NASHVILLE, Tenn. (AP) — The Tennessee Attorney General is defending a state law that caps damages in civil cases in a lawsuit filed by the husband of a Brentwood woman who died after getting fungal meningitis from tainted steroid injections.
The lawsuit was filed by Wayne Reed over the death of his wife, Diana, against the owners and operators of Saint Thomas Outpatient Neurosurgical Center, which administered the shots produced by the Massachusetts-based New England Compounding Center.
Diana Reed died on Oct. 3 and was the primary caregiver for her husband, who has Lou Gehrig’s disease and uses a wheelchair. The lawsuit accuses those who ran the outpatient clinic of being negligent and reckless for using compounded drugs from NECC.
More than 700 people have gotten sick from the injections and 50 have died across the country stemming from the outbreak that was first discovered in Tennessee last fall.
Wayne Reed’s complaint asks for $12.5 million in compensatory damages, well above the maximum amount that plaintiffs can receive under a Tennessee law that went into effect in 2011 that caps damages from personal injury cases.
Reed’s attorneys claim the law that caps damages at $750,000 for non-economic damages and $500,000 for punitive damages is unconstitutional. The lawsuit says that it deprives him of his protected right to trial by jury and usurps the powers of the judicial branch.
Attorney General Robert Cooper filed a motion to intervene in the case to defend the state law and a hearing on the state’s request is scheduled for Friday morning in Davidson County Circuit Court.
The U.S. Chamber of Commerce Institute for Legal Reform has rated Tennessee as the 26th best state information in ‘legal climate for business.’
That’s down from 19th in 2010, the year before Gov. Bill Haslam’s tort reform law was enacted. That law has multiple provisions, including new limits on damages that can be awarded to plaintiffs bringing lawsuits against businesses, and was promoted by the governor as making Tennessee more business-friendly.
The Chamber group rates Delaware as the best state for businesses in dealing with the civil justice system,, West Virginia the worst.
The group’s national news release, which focuses on what the Chamber considers the “worst” states, is HERE. The state-by-state ratings map is HERE.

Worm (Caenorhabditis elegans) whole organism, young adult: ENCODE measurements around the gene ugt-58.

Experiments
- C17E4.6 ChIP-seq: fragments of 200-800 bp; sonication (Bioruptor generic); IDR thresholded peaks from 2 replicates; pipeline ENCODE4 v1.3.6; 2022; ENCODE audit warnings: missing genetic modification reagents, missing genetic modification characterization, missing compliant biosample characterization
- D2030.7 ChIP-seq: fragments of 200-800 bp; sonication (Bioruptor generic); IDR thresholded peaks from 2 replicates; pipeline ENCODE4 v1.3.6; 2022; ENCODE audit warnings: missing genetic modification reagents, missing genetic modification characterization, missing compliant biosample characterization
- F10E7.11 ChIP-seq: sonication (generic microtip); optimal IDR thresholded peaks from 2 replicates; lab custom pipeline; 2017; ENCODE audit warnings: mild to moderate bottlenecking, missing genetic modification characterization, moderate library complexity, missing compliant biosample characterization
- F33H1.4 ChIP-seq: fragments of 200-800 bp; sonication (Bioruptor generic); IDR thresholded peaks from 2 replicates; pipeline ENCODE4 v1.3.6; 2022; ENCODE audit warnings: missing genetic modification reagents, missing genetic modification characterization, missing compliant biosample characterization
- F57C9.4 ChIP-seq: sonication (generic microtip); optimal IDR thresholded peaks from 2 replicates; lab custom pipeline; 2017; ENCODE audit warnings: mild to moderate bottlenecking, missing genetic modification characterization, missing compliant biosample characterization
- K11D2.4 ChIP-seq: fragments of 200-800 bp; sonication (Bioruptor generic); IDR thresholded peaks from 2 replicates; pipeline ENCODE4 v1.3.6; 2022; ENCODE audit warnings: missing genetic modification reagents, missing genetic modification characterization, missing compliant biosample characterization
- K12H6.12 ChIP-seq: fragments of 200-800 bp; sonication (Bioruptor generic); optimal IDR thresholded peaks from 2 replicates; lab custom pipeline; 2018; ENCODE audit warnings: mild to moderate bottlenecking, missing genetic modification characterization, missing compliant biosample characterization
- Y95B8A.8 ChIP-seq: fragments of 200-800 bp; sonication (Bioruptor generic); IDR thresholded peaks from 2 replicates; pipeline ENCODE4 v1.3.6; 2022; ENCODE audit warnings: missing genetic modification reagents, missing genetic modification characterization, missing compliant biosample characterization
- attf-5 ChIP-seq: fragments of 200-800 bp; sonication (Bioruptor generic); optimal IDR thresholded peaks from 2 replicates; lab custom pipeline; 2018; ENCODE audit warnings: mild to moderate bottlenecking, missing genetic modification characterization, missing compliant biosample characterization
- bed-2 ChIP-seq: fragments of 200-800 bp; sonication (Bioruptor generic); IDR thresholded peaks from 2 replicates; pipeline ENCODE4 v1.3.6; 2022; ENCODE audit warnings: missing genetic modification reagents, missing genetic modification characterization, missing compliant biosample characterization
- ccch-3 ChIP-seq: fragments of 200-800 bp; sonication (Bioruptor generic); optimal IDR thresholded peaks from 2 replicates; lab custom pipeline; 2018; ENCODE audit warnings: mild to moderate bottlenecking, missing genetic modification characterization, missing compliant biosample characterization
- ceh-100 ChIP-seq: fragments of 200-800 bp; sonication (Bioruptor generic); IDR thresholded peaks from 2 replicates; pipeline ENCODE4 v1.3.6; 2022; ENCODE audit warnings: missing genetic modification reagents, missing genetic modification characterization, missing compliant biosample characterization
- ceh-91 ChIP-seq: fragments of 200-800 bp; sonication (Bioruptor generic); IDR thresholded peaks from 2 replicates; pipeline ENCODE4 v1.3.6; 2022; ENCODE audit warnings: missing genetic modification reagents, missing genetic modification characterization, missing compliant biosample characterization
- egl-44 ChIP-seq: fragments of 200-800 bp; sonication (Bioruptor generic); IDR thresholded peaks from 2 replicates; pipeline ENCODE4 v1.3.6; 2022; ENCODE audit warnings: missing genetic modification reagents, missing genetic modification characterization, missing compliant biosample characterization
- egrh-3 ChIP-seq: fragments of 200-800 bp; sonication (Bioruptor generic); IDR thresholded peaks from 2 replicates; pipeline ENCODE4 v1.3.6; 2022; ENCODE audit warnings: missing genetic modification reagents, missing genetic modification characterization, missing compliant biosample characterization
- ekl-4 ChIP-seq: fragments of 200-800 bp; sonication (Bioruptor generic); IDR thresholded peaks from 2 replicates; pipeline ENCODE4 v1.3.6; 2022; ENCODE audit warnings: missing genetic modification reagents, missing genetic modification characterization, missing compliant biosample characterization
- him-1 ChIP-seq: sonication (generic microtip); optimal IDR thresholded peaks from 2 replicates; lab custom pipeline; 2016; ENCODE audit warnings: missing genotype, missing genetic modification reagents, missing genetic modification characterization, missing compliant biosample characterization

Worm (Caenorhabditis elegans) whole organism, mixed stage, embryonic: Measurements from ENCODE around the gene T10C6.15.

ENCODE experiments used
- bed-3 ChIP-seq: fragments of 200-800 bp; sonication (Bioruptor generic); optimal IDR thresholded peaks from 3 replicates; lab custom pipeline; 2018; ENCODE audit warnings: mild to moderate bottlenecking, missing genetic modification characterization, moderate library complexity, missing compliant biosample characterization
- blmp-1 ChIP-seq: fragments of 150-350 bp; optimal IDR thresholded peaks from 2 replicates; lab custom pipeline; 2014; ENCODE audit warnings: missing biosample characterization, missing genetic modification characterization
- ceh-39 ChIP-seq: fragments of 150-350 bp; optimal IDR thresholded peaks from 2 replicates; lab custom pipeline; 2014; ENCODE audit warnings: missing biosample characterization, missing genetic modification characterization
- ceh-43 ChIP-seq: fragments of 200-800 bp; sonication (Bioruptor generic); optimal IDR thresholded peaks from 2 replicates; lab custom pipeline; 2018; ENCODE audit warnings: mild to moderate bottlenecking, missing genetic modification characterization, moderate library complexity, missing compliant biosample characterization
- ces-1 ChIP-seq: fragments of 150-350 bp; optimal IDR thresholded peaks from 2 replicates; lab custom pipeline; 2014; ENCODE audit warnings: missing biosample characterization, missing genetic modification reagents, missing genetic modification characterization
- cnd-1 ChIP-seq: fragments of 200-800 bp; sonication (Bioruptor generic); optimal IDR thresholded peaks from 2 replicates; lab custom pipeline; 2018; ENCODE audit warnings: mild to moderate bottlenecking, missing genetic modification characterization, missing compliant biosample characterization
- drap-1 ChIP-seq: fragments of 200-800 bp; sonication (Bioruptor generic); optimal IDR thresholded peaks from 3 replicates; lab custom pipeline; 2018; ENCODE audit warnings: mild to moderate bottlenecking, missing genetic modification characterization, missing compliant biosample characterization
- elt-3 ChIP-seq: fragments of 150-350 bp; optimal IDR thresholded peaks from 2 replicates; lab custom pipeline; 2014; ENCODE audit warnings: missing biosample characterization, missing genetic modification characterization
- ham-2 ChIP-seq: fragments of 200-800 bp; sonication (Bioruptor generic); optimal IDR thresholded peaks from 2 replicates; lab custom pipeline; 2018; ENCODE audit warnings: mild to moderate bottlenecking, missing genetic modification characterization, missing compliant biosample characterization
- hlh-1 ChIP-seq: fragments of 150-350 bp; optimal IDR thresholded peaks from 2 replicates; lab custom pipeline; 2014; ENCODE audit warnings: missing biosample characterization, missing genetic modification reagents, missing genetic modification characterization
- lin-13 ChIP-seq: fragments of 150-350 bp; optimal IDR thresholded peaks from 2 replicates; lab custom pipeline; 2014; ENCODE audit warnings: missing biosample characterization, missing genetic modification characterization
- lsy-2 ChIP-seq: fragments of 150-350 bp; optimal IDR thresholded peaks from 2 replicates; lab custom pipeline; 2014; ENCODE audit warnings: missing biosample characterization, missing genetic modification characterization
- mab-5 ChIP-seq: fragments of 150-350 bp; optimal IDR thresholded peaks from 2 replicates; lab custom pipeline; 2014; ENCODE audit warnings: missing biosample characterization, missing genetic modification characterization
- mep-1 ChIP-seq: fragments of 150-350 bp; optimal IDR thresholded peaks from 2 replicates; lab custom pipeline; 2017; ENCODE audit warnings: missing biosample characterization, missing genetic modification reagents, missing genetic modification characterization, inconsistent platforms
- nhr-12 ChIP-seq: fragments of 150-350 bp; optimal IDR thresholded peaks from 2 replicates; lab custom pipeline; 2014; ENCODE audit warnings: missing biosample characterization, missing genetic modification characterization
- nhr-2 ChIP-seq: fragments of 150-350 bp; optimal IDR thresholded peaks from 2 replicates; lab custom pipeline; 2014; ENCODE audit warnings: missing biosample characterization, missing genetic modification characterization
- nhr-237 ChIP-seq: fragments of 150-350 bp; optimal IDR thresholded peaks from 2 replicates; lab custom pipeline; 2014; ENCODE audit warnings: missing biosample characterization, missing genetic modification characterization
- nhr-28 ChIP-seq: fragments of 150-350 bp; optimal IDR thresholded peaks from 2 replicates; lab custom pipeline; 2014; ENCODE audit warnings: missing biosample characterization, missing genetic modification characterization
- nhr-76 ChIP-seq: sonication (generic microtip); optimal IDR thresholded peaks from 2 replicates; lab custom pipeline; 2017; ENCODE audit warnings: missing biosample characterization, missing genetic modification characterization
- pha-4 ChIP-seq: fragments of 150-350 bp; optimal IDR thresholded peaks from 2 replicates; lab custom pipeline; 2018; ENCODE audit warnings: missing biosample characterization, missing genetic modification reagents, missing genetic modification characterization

The Tennessee “detailed” page is HERE.
Unsatisfied with landmark tort reform legislation that Gov. Bill Haslam and Republican lawmakers successfully enacted last year, business, insurance and health-care interests continue to push for laws that will reduce their exposure to civil lawsuits.
So reports The Tennessean: Proponents of the laws say they will help prevent the filing of junk lawsuits and improve Tennessee’s business climate. Opponents say they would improperly shield wrongdoers and close the courthouse doors to all but the very wealthy.
Last year’s legislation capped non-economic damages such as pain and sufferring at $750,000 and punitive damages at $500,000, with some exceptions for cases involving “catastrophic” losses or intentional misconduct, records destruction, or conduct under influence of drugs or alcohol. It also restricted claims that can be brought under the Tennessee Consumer Protection Act.
The Tennessee Civil Justice Act of 2011, as it was called, was enacted over the objection of trial lawyers and consumer advocates.
This year, the same coalition of businesspeople that helped sell the governor’s tort reform package, Tennesseans for Economic Growth, wants more limitations imposed in civil lawsuits, including a handful of bills targeting the losing side in civil cases and litigants who refuse to settle lawsuits.
One bill would require a party who loses a motion to dismiss to pay the litigation costs of the opposing party.
“Loser pays on motions to dismiss is designed to prevent frivolous lawsuits,” said Lee Barfield, a lawyer at Bass, Berry & Sims and lobbyist for the business coalition.
Another bill would require a plaintiff to pay the litigation costs of a defendant if the plaintiff refused a settlement offer from the defendant only to win less than 75 percent of the settlement offer at trial. The law would similarly punish defendants who refuse a settlement offer if the plaintiff wins more than 125 percent of their settlement offer at trial.
….Gary Zelizer, director of governmental affairs at the Tennessee Medical Association, said his organization will continue to push for a bill that would prevent emergency room patients from suing hospitals and doctors for negligence unless they can show “gross negligence.” When mistakes occur, Zelizer said it’s unfair to hold emergency room physicians to the same standard as doctors who know, and have a history with, a patient.
State Sales Tax Hike? ‘Ridiculous,’ Says Ramsey
In Washington County, a proposal to raise the local sales tax is being floated. As Robert Houk sees it, one of the arguments by proponents is misguided. School board members and at least one city commissioner have said hiking the local rate would be a defensive move. They fear the state General Assembly might decide to raise the state’s rate to the maximum and keep all the revenues in Nashville.